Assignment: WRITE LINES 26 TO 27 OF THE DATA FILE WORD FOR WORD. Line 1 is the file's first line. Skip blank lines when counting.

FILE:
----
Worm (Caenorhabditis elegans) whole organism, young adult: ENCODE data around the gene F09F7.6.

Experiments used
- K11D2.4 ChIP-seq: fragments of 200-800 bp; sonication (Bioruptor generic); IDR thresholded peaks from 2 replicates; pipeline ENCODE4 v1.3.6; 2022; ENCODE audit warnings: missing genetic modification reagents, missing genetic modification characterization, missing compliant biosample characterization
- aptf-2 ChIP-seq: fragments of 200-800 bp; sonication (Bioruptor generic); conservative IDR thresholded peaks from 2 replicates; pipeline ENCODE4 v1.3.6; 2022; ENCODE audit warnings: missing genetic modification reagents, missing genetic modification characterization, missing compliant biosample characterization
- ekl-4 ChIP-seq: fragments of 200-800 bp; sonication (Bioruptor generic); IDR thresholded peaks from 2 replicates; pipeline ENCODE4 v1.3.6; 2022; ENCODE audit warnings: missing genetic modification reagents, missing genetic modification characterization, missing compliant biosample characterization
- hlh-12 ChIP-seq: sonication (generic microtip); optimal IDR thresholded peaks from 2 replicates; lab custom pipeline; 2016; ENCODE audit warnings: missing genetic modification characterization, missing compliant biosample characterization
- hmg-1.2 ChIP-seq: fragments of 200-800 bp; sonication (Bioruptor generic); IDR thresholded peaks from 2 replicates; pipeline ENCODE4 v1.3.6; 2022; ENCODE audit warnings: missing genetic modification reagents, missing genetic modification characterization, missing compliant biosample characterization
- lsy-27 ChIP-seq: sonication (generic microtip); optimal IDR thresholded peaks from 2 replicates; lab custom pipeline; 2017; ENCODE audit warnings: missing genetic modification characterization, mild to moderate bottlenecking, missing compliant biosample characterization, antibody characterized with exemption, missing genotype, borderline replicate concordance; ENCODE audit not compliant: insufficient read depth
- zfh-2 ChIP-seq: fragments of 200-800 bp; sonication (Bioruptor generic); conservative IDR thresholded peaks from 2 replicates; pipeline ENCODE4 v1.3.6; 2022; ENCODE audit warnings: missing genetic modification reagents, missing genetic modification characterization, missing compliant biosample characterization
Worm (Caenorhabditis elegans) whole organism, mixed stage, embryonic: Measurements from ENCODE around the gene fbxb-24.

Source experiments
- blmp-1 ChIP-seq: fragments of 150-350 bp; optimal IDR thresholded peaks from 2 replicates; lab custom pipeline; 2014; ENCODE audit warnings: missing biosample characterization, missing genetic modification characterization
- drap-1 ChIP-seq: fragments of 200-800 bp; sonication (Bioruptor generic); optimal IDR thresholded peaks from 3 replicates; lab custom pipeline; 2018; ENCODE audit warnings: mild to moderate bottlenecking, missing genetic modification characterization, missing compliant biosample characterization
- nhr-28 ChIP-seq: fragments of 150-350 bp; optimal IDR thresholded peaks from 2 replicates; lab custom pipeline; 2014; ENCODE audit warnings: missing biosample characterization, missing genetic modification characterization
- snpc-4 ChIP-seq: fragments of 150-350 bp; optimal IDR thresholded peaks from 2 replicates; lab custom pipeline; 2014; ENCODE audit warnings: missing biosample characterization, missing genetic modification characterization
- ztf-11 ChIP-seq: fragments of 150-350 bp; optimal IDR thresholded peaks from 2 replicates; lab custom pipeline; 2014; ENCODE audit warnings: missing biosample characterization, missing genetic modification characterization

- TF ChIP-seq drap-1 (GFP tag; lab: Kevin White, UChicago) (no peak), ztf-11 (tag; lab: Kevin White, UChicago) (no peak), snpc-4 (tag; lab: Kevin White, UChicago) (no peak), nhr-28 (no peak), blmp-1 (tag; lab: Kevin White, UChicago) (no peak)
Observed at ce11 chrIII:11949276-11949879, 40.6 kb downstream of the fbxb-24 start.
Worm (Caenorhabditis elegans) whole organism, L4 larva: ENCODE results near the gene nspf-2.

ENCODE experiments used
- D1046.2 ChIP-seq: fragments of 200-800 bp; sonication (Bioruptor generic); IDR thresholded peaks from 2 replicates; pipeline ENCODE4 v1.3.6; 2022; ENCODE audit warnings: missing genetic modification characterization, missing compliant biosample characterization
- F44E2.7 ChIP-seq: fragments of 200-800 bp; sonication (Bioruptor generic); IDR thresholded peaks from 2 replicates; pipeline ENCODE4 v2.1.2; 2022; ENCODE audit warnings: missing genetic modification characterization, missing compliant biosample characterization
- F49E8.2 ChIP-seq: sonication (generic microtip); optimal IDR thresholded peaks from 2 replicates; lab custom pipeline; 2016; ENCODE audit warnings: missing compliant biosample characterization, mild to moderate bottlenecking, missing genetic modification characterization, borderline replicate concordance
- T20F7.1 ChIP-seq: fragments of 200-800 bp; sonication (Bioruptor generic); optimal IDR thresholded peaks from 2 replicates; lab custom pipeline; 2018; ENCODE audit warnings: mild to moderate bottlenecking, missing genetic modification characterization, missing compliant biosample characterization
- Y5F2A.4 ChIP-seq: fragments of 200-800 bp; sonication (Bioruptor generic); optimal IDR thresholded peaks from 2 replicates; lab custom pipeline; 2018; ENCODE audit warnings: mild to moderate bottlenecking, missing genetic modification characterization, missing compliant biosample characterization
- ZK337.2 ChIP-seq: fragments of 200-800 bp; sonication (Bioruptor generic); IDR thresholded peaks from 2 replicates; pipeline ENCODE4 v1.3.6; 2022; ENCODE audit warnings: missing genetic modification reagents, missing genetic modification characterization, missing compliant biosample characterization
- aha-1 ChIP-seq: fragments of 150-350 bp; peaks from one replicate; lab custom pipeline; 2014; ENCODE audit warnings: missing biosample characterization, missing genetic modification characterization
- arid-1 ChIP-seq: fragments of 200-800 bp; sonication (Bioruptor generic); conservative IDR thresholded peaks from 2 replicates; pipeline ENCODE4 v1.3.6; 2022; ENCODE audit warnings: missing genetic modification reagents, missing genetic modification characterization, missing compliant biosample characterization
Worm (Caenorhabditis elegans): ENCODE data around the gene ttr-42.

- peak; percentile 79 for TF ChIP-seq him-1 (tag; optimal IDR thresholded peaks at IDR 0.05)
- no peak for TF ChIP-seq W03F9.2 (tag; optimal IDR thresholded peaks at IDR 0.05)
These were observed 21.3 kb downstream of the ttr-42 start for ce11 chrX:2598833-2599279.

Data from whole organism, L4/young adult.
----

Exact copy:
- ZK337.2 ChIP-seq: fragments of 200-800 bp; sonication (Bioruptor generic); IDR thresholded peaks from 2 replicates; pipeline ENCODE4 v1.3.6; 2022; ENCODE audit warnings: missing genetic modification reagents, missing genetic modification characterization, missing compliant biosample characterization
- aha-1 ChIP-seq: fragments of 150-350 bp; peaks from one replicate; lab custom pipeline; 2014; ENCODE audit warnings: missing biosample characterization, missing genetic modification characterization